Fifteen and a half… we just use our RotoZip here.
We simply plunged the Dremel RotoZip blade into the center of that Hansgrohe iBox and
then turned it counter-clockwise. This will help you make a perfect circle around the
Hansgrohe iBox. Now, it’s really, really important to set the depth of that blade such
that it’s only about a half inch to three quarters of an inch inside that Hansgrohe
iBox. Then we continued to set the rest of the drywall. We just needed to get two measurements:
one at the top, one at the bottom here to make sure that the drywall piece was nice
and tight with our trim. You can also use an impact driver with a dimple
bit to make sure that all the drywall screws are flush or subflush.
One of the things you want to pay attention to kind of a preliminary thing with framing
is that you want to make sure that you have framing behind where your glass doors are
going to be. If you’re going to do a hinged door that’s going to swing open, it’s
almost imperative that you have another stud within the wall in the middle of your curb.
Right now, basically we have two studs here that span out about three inches. And we’re
going to be doing a sliding door. So we’re not too overly concerned about having wood
blocking behind the sliding door. But this is something that you want to think about
when you’re putting up this drywall to make sure that you have blocking behind the shower
doors so that when you screw in your channel that you have something to actually screw
into. We’re fine here because we got about three
inches. Our curb is going to be tip from the edge of this to about 4 ½”, so we have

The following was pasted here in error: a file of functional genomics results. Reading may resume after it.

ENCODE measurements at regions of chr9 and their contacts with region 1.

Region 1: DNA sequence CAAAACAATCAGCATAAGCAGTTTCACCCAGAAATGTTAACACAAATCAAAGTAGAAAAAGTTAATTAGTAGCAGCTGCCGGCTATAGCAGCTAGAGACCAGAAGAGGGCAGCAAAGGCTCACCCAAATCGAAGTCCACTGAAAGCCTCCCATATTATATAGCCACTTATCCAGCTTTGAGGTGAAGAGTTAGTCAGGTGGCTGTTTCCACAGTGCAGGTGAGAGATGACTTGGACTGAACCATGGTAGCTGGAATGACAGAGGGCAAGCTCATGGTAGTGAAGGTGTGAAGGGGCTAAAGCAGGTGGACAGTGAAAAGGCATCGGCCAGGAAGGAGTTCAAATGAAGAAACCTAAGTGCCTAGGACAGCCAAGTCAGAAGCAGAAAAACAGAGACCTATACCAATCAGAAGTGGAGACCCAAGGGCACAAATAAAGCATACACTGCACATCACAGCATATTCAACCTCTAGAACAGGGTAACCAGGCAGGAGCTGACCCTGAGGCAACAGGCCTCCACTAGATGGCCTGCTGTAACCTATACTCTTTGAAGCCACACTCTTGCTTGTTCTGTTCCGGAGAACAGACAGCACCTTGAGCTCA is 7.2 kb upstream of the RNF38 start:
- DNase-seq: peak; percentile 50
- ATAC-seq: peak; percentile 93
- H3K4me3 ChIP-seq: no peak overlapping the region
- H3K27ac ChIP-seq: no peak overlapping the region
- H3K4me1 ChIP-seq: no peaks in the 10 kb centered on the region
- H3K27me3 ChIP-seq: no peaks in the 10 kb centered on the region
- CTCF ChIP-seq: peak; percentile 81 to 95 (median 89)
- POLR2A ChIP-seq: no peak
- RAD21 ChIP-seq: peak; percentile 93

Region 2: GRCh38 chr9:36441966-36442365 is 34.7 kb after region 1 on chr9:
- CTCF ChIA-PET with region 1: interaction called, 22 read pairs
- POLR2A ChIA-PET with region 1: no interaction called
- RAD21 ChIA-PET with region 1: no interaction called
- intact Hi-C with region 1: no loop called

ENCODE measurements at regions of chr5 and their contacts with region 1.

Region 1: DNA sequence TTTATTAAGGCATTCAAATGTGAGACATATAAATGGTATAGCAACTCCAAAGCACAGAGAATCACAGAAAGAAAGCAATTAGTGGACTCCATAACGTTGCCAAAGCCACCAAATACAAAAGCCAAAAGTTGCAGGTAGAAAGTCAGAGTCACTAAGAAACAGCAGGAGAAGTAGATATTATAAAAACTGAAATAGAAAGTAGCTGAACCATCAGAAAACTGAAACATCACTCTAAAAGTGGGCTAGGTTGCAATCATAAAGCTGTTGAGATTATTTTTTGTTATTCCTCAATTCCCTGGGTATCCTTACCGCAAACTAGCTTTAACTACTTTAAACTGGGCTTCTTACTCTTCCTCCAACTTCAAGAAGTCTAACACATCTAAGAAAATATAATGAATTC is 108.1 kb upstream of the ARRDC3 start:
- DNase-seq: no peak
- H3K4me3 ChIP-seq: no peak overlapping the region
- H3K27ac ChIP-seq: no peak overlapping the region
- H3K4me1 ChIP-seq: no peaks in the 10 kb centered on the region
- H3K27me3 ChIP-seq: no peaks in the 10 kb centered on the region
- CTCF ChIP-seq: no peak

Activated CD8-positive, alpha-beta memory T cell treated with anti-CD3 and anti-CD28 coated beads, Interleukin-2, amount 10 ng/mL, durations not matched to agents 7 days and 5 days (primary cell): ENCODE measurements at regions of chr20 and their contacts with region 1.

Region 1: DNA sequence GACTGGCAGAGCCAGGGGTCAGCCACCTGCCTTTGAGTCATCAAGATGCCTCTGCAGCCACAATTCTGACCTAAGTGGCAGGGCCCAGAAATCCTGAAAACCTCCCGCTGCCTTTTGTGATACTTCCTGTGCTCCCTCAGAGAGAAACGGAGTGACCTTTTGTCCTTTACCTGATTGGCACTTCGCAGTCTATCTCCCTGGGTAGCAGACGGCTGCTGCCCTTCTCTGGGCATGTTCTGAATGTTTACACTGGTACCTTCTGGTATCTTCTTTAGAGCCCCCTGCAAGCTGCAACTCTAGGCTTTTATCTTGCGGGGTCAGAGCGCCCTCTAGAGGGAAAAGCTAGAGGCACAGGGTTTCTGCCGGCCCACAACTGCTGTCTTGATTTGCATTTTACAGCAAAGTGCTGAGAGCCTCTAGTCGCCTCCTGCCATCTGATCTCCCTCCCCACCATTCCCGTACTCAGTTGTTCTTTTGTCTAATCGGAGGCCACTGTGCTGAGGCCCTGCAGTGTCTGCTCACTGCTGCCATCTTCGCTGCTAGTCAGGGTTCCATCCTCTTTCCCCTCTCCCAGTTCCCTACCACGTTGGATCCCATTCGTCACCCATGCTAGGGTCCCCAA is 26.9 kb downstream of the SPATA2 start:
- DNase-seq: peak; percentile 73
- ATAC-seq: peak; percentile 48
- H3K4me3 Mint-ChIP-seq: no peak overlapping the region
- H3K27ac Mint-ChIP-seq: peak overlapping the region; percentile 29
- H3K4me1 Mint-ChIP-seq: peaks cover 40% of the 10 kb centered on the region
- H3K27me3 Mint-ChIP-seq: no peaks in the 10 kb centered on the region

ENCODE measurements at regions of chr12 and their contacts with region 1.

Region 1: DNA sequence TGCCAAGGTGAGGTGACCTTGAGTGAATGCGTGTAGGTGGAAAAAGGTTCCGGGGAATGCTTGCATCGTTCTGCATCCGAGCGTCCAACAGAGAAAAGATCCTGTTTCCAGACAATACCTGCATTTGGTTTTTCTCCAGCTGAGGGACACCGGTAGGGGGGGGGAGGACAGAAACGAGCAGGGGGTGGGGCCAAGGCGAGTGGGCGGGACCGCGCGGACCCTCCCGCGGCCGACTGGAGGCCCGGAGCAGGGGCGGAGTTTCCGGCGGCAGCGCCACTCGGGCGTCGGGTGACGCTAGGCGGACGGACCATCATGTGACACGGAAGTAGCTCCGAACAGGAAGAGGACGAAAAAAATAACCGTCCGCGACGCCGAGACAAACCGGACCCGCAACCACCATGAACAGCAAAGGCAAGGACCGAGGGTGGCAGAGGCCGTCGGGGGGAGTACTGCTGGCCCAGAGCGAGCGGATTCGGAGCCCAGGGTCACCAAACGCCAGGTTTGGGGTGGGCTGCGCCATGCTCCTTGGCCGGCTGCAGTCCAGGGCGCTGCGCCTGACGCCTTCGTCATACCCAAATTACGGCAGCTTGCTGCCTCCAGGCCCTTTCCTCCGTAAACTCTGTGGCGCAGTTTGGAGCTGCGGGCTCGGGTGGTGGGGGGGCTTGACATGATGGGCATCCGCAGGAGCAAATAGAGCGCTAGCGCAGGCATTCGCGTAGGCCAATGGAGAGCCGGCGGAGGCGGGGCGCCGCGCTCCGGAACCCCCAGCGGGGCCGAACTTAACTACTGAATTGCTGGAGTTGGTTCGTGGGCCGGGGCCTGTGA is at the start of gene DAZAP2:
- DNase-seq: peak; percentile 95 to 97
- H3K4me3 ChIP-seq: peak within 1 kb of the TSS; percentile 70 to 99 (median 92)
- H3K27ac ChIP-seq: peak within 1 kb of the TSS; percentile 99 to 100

plenty of room to anchor our screws into this stud. But it’s something to think about
in case you had a scenario where you didn’t have any blocking.
Okay, so we’re going to set the membrane on the walls here. We’re going to use the
Schluter ALL-SET. The most important thing is to pay attention to the water ratio they
have on the bag. They have two different settings here: one for setting membranes, and one for
setting tile. So for setting the membrane, you’re going to add a lot more water. So
we have basically 7.5 to 8.5 quarts of water, and then the tile is going to be a lot less:
5.5 to 6.5 quarts of water for the membrane. So always pour your water in first. We’re
only going to use half a bag, so we’re going to have 4.25 quarts of water.
Schluter ALL-SET was mixed at 300 rpms for 5 minutes per the directions. It was allowed
to slake for 10 minutes; so it just sat there in the bucket for 10 minutes. And then we
mixed it again for another 3 minutes. It’s really important to follow the directions
for ALL-SET or any thinset mortar for that matter.
So I’m pretty excited to show you this big roll of Schluter that we’re going to be
putting in here. It makes things a lot easier. It’s a 79” roll, and the idea of this
is to be able to just do one continuous piece of KERDI all the way around the shower. So
there’s no seams. There’s not going to be any additional taping in the corners. It’s
just like basically hanging one big piece of wallpaper all the way around the shower
and making it waterproof. So really, really nice. Makes it a lot faster and easier. This
is a 79” roll. So Schluter basically recommends in a shower
area to have your waterproofing to up to about 80” high. And then the rest of it, they’re
not really concerned with. Typically, that’s above… like this is your showerhead right
here. Typically, that’s 80” right there. So typically you don’t really need waterproofing
above the showerhead because there’s really not going to be any water saturation above
the shower area. But when we took out this fiberglass shower system, it was about 6 ft
tall. So we wanted to put a new shower port in, so we cut up above it and put this drywall.
So what we’ll end up doing is, after we get the sheeting up there, we’re going to
use the KERDI Band just to cover over that seam and make sure that this is a nice transition
for your tile. And it’s also going to help waterproof right up against the shower port.
So keep in mind this was a fiberglass shower that we tore out. We ended up extending the